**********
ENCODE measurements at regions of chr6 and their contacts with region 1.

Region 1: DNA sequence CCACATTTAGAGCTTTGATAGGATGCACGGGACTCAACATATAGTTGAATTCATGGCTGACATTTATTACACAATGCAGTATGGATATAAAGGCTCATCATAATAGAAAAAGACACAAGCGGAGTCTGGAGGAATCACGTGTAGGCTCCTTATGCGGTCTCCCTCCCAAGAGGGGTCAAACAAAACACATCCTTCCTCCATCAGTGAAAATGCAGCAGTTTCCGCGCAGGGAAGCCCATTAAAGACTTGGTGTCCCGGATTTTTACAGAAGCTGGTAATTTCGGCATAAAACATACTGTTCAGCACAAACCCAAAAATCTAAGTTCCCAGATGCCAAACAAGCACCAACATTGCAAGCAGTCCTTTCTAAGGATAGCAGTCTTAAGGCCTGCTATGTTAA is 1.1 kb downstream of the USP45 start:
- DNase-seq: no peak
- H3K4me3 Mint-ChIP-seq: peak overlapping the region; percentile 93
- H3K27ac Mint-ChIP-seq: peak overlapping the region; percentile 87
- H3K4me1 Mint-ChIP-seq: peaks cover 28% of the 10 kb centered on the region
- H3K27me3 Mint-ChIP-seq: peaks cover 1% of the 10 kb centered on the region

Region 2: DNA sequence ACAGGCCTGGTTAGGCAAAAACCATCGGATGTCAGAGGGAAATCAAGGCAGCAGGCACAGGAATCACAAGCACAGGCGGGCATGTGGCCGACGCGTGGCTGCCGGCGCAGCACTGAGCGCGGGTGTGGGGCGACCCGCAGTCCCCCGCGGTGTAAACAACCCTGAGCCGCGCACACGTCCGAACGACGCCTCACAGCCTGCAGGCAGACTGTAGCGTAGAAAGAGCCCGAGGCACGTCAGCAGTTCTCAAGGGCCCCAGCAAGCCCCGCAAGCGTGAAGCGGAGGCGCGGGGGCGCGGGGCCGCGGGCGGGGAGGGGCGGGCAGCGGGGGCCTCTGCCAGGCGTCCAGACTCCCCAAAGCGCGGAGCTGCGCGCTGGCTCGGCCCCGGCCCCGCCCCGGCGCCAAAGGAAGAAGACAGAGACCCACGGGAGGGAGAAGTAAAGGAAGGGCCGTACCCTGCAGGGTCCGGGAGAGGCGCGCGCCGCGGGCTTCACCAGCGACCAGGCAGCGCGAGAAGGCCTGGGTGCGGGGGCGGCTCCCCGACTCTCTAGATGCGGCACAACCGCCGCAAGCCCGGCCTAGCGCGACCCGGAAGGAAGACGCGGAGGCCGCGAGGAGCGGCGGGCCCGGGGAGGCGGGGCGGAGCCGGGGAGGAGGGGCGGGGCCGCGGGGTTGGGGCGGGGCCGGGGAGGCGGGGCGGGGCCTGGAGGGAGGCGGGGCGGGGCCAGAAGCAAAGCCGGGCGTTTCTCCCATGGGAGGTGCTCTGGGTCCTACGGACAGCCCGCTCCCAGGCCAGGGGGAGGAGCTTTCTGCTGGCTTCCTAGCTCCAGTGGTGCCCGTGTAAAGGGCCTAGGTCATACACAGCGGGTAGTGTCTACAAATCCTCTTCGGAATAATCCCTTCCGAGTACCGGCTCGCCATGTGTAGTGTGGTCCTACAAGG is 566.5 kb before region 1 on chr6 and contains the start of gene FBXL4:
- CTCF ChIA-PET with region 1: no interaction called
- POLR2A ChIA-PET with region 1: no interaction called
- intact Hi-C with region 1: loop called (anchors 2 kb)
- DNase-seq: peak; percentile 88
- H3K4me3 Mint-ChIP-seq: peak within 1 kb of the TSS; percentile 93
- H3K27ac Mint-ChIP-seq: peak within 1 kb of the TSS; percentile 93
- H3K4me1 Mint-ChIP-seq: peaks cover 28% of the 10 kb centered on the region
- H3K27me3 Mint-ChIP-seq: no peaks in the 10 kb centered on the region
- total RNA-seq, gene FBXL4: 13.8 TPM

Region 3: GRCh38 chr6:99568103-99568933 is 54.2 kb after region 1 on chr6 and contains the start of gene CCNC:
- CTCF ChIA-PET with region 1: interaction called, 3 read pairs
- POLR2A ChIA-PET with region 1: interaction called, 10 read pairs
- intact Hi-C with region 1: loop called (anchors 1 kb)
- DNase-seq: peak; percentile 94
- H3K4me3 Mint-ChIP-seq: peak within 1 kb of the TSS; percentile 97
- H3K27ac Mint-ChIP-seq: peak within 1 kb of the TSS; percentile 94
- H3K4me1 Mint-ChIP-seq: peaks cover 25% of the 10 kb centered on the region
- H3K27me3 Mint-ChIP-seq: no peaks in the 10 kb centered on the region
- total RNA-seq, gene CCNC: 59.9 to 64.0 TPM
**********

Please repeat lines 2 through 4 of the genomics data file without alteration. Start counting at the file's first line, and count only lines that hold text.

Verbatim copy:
Region 1: DNA sequence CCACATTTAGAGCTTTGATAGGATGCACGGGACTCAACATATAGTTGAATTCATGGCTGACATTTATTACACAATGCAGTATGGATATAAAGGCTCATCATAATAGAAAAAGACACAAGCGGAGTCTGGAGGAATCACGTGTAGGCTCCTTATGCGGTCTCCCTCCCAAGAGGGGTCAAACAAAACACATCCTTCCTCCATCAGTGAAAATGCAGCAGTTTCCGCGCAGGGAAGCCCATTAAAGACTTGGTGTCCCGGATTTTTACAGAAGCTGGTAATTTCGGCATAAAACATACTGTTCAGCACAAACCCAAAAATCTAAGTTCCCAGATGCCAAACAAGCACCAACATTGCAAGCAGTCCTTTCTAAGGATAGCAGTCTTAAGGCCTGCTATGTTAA is 1.1 kb downstream of the USP45 start:
- DNase-seq: no peak
- H3K4me3 Mint-ChIP-seq: peak overlapping the region; percentile 93